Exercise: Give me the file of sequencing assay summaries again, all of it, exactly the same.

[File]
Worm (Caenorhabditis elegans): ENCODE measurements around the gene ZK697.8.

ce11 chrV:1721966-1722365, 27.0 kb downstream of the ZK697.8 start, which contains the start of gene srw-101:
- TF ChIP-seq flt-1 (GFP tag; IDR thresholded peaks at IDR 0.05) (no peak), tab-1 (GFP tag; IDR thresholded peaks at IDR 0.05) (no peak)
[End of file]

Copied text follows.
Worm (Caenorhabditis elegans): ENCODE measurements around the gene ZK697.8.

ce11 chrV:1721966-1722365, 27.0 kb downstream of the ZK697.8 start, which contains the start of gene srw-101:
- TF ChIP-seq flt-1 (GFP tag; IDR thresholded peaks at IDR 0.05) (no peak), tab-1 (GFP tag; IDR thresholded peaks at IDR 0.05) (no peak)